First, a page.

When Steph Curry signed his big contract with the Golden State Warriors this summer, no one begrudged him the $201 million. After all, he’s been the most criminally underpaid player since 2012, when he signed a four-year contract with the Warriors worth $44 million. Last season, he made about $12 million, meaning one of the best players on the planet was just the 82nd highest-paid player in the NBA.
But it was a situation that both parties walked into with open eyes. Given Curry’s injury history at the time, it was seen as a reasonable compromise: Curry got a stable guaranteed contract, and the Warriors ventured a reasonable risk on the gamble that Curry would end up being able to stay healthy. Turns out that it was a pretty one-sided deal, leading Sports Illustrated to categorize his contract as an “Unspeakable Bargain.”
The 76ers and Joel Embiid were in a similar situation. Similar to the Warriors, they were faced with a looming contract and an unreliable, yet transformative, player leading both parties to acknowledge that they had to do something.
But when ESPN first broke the story on Embiid’s new contract with the Philadelphia 76ers, the details looked weird. Apparently, the contract value could range anywhere from $148 million to $178 million. Most fans are familiar with contract incentives, but the sheer scale of these incentives are notable. Rather than go all in for a low cost deal — like Curry and the Warriors did — the Sixers and Embiid opted for a large contract with some safety valves. Targeted safety valves:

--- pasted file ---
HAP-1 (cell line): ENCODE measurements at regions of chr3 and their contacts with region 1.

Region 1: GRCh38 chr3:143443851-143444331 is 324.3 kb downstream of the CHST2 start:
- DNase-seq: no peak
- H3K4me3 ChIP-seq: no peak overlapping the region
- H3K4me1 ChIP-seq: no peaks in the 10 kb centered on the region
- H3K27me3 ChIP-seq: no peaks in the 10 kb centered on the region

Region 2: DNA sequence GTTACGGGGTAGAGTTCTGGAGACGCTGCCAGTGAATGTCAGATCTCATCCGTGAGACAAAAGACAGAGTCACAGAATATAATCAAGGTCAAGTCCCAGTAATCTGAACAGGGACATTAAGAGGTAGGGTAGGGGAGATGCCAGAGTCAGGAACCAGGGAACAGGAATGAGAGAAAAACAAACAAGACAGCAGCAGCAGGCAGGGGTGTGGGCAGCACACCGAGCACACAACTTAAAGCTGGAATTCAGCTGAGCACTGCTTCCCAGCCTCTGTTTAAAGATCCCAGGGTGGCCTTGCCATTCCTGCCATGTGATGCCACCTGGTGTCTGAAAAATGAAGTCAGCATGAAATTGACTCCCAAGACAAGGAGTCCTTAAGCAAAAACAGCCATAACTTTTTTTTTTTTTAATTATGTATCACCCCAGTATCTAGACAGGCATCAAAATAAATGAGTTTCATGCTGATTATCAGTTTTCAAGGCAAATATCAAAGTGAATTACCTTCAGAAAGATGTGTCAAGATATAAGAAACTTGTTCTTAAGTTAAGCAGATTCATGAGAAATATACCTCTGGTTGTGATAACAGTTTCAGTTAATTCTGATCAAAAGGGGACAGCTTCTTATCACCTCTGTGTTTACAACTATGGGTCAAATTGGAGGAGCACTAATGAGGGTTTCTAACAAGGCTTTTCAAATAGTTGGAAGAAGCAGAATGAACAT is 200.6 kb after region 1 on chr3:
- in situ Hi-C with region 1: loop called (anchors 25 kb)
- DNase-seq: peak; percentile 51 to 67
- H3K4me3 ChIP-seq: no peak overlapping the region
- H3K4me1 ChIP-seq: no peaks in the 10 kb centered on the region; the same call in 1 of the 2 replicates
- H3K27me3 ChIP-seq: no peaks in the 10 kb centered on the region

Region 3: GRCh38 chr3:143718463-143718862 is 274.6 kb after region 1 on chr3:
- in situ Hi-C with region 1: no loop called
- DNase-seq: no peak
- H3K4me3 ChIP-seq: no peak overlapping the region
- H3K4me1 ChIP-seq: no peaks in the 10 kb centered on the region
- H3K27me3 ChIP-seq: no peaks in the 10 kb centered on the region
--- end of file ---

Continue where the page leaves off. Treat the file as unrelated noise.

Specific injuries are laid out in the contract and include only past problem areas with Embiid’s feet and back, sources said. Embiid has to miss 25 or more regular-season games because of injuries to those areas, and play fewer than 1,650 minutes, for Philadelphia to have the option of releasing him for cost savings.
A long-standing challenge
This problem is not new to the NBA. The great Tom Ziller breaks down a couple of cautionary tales. A guy who never got paid (Greg Oden) and a guy who cost his franchise a TON of money, Brandon Roy:
Roy’s injuries — which hit in force just months after the wing began cashing in on his max contract — cost Portland a lot of money. That’s what Philadelphia is trying to protect itself from: A Brandon Roy situation with a max contract player who can’t stay on the court.
Oden, you may recall, never got paid, despite playing more than twice as many games as Embiid by this point in their careers.
So teams and players alike are all now aware of the various ways these deals can work out. We just looked at three scenarios that all shook out differently and in each one there were pretty clear winners and losers. The Sixers and Embiid are trying to avoid that — no matter how this turns out, it should end up being a pretty fair deal for all parties involved.
Bringing it back to the Warriors
So? What does this mean for the Warriors?
But moving forward the Warriors are going to have to get real inventive in order to keep not just the core of this team together, but the bench and our young talent as well. Obviously, we won’t be able to afford max contracts for Klay Thompson and Draymond Green. Equally obvious to most close observers is that the emergence of Patrick McCaw could quickly push him out of our price range. If this Embiid contract ends up being reasonably equitable, it could lay the groundwork for more complicated contract aerobics that the Warriors will almost certainly borrow from in the future. But first, we have to all see how the process actually works.